Emerging Technology Complex’s Industrial Training Center opens in January
Victoria College’s Emerging Technology Complex is on time and on budget, according to VC President Dr. Tom Butler.
The complex’s Industrial Training Center, which opens in January, includes six high bay training facilities with plenty of room for equipment. Six associated classrooms on the second floor overlook each of the high bays. Machining, industrial maintenance mechanic, and oil and gas technology are some of the new degree programs to be offered there, in addition to warehousing, safety training, and training for employees of the Caterpillar North American Hydraulic Excavator facility.
Around mid-March, the Conference & Education Center will be complete and ready for use in the summer. The structure will have ample rental space, including a large meeting room that can seat 400 people at round tables and as many as 800 people with auditorium-style seating. It will also be equipped with state-of-the-art technology, including large video presentation monitors.
The building’s second floor will feature more meeting and conference rooms. Computer labs, classrooms, and office spaces will be located on the third floor.
Nuns bring good habits to VC Adult Education Center ESL class
Seated from left are: students Sister Guadalupe Guillen, Sister Raibella Becerril, and Sister Josefina Maldonado. Standing from left are: Instructor Pearce Barnum, student Martin Li, and Adult Education Lead Instructor Debbie Janysek.
Victoria College’s Adult Education Center’s English as a Second Language course teaches a variety of students. While all of these students want to learn how to read, write, and speak English, one particular group stands out for their good habits.
They have good study habits.
They have a habit of being on time and ready to learn.
And, they wear their habits to class.
These students are sisters of the Missionary Catechists of the Sacred Heart of Jesus and Immaculate Mary, and they have been taking ESL classes while working and living in Victoria. Most of the nuns come from New Jersey, California, and Arizona. A large number of them are originally from Mexico and came to the U.S. to serve in different parishes.
The free three-week class met 3-4 days a week in July and was structured strictly for the sisters for the first two years. Last summer, the course was opened to secular students who now take the ESL class alongside the nuns.
“Those (secular) students really benefitted from being there with the nuns,” recalled Debbie Janysek, Adult Education Center Lead Instructor. “They are very helpful. We had a Spanish-speaking man who knew no English. The sisters mothered and helped him, and he really did well.”
VC, Victoria ISD Foundations partner to create new dual credit student scholarship
Dual credit students from Victoria ISD taking classes at Victoria College can now apply for a new scholarship to assist them in their educational goals. The scholarship became available in Fall 2014.
The VC Foundation has allocated $10,000 to match $10,000 from the VISD Education Foundation to provide financial assistance to high school students taking classes at Victoria College.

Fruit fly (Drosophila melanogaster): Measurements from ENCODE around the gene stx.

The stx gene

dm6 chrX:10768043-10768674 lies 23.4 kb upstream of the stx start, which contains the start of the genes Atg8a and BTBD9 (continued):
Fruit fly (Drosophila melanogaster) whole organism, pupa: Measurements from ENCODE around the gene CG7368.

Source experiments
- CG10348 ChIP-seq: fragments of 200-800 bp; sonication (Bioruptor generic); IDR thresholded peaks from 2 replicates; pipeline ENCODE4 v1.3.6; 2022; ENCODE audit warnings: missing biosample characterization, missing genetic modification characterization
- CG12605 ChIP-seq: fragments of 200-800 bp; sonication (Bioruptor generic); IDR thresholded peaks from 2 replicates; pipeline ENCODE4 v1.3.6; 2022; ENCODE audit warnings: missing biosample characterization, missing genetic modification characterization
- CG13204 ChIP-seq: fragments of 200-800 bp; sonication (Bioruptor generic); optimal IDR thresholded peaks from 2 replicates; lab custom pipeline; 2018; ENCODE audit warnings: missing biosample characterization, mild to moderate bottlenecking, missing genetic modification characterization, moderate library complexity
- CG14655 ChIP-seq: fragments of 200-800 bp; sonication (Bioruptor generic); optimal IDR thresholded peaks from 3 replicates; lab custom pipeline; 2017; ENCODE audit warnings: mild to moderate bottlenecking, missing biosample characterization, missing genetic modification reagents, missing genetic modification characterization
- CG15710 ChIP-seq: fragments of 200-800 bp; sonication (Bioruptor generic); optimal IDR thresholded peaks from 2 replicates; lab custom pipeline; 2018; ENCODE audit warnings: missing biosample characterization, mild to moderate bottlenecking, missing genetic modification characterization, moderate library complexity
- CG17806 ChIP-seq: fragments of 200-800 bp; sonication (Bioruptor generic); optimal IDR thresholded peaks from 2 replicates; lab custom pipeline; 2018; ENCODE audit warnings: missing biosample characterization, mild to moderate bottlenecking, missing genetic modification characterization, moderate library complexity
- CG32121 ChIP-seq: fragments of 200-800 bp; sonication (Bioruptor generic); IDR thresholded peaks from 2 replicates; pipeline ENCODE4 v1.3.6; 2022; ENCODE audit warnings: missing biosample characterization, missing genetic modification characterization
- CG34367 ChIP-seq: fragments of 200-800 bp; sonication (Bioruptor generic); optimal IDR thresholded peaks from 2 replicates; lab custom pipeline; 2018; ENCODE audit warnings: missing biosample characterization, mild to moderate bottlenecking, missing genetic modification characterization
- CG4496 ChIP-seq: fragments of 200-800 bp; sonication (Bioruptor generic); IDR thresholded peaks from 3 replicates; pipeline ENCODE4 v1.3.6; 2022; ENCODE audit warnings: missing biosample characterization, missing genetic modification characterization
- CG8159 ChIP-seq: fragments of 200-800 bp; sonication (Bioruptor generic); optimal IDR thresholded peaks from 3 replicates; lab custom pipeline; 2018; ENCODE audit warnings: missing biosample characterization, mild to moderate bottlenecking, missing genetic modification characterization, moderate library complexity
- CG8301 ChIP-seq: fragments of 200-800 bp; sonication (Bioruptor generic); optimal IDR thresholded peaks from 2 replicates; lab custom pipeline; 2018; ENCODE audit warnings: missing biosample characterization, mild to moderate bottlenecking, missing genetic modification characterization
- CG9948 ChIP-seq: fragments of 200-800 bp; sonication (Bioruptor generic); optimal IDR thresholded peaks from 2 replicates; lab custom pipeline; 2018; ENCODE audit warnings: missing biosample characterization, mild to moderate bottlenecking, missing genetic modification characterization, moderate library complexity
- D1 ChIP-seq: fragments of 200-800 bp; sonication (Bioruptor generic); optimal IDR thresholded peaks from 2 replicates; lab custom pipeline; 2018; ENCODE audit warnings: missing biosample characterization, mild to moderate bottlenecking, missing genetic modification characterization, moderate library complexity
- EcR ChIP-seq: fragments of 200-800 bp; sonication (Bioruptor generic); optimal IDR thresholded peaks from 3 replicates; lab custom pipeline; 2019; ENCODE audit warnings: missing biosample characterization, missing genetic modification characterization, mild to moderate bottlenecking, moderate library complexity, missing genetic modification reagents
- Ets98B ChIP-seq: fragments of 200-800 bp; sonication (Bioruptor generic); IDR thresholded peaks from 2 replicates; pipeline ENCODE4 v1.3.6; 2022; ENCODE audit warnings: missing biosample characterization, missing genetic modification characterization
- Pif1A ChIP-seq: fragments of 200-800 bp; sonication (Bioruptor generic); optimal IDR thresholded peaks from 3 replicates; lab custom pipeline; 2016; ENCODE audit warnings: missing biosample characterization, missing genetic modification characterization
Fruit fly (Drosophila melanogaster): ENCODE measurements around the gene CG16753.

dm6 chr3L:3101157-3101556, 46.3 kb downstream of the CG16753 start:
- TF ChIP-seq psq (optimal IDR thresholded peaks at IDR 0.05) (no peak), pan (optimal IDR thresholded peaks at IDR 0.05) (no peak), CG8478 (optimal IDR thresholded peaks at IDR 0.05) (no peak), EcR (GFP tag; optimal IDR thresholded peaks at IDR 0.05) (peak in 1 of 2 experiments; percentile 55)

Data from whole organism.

“We’re really excited about this partnership,” said Amy Mundy, Victoria College Foundation Executive Director. “We’re hoping these scholarships will help students attain their educational goals a little quicker than they would have beforehand.”
The dual credit program gives students a chance to earn college credits towards their certifications or degrees while still attending high school.
The scholarships can be used for any dual credit class, including courses such as Firefighting, Process Technology, Instrumentation, and Nurse Aide.
Facial reconstruction exhibit allows museum visitors to come face-to-face with an early French colonist
At Victoria College’s Museum of the Coastal Bend, a visage from the past now stands watch over the seven French cannons found at an early French colony in Texas.
That visage is a reconstructed face believed to be that of the Marquis de Sablonniére, a lieutenant in René-Robert Cavelier, Sieur de La Salle’s Texas expedition in the 1680s. Sablonniére and other colonists were killed by the native Karankawas in late 1688 while at Fort St. Louis, along Garcitas Creek, and later buried by the Spanish. His remains and other artifacts were discovered in Victoria County and excavated in the early 2000s by the Texas Historical Commission.
“People who have seen Sablonniére’s facial reconstruction have been taken aback and stopped short because it is so very human; it’s looking them in the face,” said Museum Curator Eric Ray.
The facial reconstruction process, performed by forensic sculptor Amanda Danning, took six months. The facial sculpture has been installed at the museum as part of the permanent exhibit, “Where Texas History Began.” The museum’s purpose is to collect, preserve, exhibit, interpret, and educate using the history and heritage of the region. Admission to the museum is pay-what-you-want.